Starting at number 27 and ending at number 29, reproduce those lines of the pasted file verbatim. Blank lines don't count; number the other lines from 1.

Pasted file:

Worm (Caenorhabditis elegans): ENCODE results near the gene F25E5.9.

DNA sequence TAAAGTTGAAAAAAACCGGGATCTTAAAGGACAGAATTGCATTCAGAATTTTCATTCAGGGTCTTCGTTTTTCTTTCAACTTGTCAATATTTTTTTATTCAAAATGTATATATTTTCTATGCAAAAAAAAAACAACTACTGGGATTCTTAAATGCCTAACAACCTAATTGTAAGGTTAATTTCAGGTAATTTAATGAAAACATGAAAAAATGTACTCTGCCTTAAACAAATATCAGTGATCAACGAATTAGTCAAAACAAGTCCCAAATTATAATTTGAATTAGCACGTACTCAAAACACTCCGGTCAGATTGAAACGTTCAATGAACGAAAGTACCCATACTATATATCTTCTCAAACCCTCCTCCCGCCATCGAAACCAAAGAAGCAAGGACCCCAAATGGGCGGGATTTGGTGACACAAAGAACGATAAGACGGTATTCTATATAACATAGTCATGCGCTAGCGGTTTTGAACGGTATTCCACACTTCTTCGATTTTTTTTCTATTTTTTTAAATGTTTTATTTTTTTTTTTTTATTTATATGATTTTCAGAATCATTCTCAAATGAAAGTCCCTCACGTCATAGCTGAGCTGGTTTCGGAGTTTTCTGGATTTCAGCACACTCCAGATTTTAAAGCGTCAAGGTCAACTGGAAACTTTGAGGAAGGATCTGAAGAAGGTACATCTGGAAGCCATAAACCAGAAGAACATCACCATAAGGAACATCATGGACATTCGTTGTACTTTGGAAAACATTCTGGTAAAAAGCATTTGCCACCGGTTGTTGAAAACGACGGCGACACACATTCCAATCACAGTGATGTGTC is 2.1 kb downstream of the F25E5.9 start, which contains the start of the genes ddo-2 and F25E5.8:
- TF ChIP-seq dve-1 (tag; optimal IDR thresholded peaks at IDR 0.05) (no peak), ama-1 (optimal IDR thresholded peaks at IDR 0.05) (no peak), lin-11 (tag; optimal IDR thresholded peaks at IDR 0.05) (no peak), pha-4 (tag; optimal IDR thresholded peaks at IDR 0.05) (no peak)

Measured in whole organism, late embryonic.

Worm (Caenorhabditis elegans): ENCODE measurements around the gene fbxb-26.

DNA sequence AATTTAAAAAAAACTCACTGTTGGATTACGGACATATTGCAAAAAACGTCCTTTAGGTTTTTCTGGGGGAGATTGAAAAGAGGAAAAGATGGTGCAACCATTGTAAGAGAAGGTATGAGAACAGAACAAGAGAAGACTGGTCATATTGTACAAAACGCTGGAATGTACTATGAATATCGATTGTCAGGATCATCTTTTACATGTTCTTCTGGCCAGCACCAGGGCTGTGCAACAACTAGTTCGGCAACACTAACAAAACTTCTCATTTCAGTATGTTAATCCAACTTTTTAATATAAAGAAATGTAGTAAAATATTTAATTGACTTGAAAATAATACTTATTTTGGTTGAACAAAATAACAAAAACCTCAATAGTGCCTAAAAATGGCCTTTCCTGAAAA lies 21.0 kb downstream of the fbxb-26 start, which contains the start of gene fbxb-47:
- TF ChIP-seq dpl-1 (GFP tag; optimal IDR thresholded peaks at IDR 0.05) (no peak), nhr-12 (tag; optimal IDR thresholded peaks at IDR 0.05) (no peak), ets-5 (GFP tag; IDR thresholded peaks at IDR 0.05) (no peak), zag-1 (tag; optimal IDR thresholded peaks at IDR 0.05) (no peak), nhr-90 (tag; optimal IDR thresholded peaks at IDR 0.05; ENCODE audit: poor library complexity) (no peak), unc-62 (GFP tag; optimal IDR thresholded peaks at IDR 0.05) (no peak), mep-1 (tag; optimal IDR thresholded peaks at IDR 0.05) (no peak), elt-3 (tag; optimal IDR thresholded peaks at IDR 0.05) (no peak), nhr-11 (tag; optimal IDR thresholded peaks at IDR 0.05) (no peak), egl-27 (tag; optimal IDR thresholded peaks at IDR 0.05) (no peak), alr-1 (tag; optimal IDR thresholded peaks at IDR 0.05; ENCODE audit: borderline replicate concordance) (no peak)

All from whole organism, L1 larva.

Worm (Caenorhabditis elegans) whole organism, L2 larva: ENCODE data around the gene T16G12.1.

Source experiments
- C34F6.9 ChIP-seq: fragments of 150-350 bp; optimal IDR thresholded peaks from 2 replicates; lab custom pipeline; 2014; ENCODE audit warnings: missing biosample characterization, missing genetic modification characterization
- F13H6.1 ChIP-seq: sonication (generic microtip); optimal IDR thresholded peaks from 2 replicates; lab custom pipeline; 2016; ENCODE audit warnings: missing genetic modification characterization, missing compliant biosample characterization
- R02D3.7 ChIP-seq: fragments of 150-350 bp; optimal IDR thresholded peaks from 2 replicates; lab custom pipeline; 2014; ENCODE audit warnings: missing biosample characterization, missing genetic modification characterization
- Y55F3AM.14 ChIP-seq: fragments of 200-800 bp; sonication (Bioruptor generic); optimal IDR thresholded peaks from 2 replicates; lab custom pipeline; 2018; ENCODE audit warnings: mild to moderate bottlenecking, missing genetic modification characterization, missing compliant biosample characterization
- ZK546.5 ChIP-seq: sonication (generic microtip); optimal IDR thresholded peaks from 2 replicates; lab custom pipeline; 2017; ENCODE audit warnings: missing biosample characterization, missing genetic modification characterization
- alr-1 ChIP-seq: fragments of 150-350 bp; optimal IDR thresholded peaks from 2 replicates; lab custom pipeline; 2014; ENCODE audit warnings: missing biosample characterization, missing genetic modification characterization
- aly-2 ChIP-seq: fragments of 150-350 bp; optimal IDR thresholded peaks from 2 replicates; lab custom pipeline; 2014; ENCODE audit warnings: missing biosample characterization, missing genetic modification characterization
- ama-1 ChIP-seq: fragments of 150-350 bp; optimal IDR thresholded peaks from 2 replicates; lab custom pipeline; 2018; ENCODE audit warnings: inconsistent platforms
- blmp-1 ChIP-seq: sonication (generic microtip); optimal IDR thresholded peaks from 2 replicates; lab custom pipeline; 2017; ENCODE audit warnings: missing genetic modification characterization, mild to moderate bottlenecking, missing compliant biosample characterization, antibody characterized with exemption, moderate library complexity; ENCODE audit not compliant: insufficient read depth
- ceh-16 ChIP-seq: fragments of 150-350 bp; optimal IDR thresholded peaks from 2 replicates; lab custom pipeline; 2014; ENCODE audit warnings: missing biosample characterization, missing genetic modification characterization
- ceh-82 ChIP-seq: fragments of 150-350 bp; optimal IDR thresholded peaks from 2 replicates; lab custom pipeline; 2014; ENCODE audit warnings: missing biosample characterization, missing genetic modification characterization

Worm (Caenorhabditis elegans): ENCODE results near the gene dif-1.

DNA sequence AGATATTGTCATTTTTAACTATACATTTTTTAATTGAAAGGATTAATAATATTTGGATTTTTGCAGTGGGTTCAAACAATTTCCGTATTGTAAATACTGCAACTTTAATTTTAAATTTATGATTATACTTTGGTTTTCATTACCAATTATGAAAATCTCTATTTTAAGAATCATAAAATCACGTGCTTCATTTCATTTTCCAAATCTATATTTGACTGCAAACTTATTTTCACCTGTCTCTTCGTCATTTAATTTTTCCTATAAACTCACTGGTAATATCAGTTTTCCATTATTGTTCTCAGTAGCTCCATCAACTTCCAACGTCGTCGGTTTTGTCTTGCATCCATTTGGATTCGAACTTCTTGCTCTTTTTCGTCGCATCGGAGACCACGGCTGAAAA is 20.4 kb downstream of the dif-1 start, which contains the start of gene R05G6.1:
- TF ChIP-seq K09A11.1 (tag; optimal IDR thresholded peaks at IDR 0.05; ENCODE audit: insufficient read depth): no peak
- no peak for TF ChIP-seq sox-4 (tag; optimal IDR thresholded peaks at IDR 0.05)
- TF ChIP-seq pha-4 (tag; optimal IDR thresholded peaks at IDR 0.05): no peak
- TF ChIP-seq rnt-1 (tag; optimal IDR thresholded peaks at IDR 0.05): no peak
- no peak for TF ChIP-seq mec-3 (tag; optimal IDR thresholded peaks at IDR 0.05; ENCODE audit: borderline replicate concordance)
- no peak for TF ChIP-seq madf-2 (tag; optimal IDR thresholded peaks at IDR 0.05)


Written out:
- TF ChIP-seq rnt-1 (tag; optimal IDR thresholded peaks at IDR 0.05): no peak
- no peak for TF ChIP-seq mec-3 (tag; optimal IDR thresholded peaks at IDR 0.05; ENCODE audit: borderline replicate concordance)
- no peak for TF ChIP-seq madf-2 (tag; optimal IDR thresholded peaks at IDR 0.05)